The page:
My Daddy Rules the World: Poems about Dads by Hope Anita Smith (9780805091892, Amazon)
Coretta Scott King Award winner Smith returns with a new collection of poetry and illustrations that focuses on fathers. The book shows fathers who make breakfast and chat contrasted with others whose work keeps them far away but still in contact. There are fathers who cut hair, others who dance, others who wrestle or play catch. They teach their children to ride bikes or play instruments or read. Each poem is told in the voice of the child of that father and shows how very different dads can be but that they all love their children completely.
Smith writes poetry that is thoughtful and honed. She makes sure that it is appropriate for the young audience, inviting young readers to explore poetry and see themselves in it. The poems are misleadingly simple, not showing the skill that it takes to write at this level and with such apparent ease.
Smith’s illustrations are diverse and inclusive. With her torn paper illustrations, she makes sure to show families of various races and multiracial families. There is a warmth to the illustrations and a folk-art element that underlines the richness of being a father and in a family.
A strong collection of poems for young people, ideal to share with fathers. Appropriate for ages 7-10.
Reviewed from library copy.
Priscilla Gorilla by Barbara Bottner, illustrated by Michael Emberley (9781481458979, Amazon)
The bestselling duo behind the Miss Brooks books returns with a new book. Priscilla loves gorillas, mostly because they get to do whatever they want. She acts like them and dances like them. She loves to wear her gorilla costume all the time, particularly at school. But because she acts like a gorilla, her teacher puts her in the Thinking Corner sometimes. As Priscilla starts to be seen as a troublemaker, other children join her in the Thinking Corner in their own costumes. But perhaps it’s not being really gorilla-like to be so troublesome, since gorillas are also known for cooperating together. Can Priscilla figure out how to be true to her own inner gorilla even if it means cooperating?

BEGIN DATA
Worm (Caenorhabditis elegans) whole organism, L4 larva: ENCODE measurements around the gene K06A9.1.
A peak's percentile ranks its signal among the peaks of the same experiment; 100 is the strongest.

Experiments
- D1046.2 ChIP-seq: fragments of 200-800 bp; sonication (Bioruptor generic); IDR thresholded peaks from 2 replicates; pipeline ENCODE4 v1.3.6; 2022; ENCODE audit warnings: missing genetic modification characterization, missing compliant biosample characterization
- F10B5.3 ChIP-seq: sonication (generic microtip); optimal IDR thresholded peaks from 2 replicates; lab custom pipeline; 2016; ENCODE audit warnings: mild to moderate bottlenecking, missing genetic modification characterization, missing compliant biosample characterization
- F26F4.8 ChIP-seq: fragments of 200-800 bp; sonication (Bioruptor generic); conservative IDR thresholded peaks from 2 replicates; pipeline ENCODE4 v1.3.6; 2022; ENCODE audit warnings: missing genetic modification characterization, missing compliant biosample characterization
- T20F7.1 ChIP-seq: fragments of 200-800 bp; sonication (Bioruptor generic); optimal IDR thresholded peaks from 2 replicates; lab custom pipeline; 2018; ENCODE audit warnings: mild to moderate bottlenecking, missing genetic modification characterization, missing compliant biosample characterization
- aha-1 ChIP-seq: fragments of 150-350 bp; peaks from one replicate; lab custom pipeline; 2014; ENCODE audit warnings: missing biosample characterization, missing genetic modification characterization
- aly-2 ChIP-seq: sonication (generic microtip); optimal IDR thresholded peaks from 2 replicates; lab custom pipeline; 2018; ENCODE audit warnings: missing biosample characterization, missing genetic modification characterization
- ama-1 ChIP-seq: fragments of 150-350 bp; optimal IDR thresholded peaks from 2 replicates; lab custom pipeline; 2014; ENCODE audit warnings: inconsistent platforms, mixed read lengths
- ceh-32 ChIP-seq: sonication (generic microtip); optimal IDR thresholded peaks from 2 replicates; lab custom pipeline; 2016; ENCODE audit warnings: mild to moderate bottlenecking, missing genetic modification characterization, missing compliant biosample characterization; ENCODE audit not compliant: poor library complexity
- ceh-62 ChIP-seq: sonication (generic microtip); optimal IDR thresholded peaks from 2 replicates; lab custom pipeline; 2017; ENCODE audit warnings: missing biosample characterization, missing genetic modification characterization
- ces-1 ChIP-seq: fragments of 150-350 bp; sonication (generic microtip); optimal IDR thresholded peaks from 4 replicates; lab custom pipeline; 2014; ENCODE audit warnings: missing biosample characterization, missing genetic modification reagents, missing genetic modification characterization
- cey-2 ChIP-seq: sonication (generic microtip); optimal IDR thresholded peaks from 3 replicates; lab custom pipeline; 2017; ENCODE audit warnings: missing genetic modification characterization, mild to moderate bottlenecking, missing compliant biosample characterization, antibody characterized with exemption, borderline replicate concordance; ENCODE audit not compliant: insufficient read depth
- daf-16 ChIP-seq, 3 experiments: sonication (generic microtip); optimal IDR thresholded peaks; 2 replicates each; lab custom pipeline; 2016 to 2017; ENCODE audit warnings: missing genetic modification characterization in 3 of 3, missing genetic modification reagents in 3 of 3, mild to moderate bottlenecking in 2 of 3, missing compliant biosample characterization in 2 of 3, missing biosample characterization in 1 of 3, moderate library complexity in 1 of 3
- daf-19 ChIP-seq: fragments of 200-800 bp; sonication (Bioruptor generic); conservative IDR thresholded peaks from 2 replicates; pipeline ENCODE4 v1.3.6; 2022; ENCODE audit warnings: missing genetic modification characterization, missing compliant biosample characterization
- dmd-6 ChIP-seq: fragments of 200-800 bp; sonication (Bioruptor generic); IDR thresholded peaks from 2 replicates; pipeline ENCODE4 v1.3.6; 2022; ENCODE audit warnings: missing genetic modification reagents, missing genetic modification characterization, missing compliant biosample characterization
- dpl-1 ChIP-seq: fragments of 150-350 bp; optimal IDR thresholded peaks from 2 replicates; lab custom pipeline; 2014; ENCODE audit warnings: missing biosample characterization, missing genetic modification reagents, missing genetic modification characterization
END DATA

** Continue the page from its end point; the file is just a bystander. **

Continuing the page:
Bottner has such a way with capturing the spirit of childhood on the page. Priscilla speaks for all children as she struggles to navigate the lines between being troublesome, being an individual, and cooperating with others. Bottner writes in an engaging way, allowing the story to unwind at a natural pace that keeps readers caught up in the story. The book ends with Priscilla’s class visiting the zoo and the book beautifully comes full circle as cooperation merges with gorilla dancing.
Emberley’s illustrations are superb. He depicts all of the children in their animal costumes with a wry sense of humor, plushness, bent tails and wrinkles. One wants to crawl into a costume and join the fun. The depiction of Priscilla’s parents and teacher are also cleverly done, showing parents who are allowing their daughter to figure things out but also giving a gentle gorilla nudge in the right direction.
Funny and smart, I’m bananas about this picture book. Appropriate for ages 4-6.
Reviewed from copy received from Atheneum.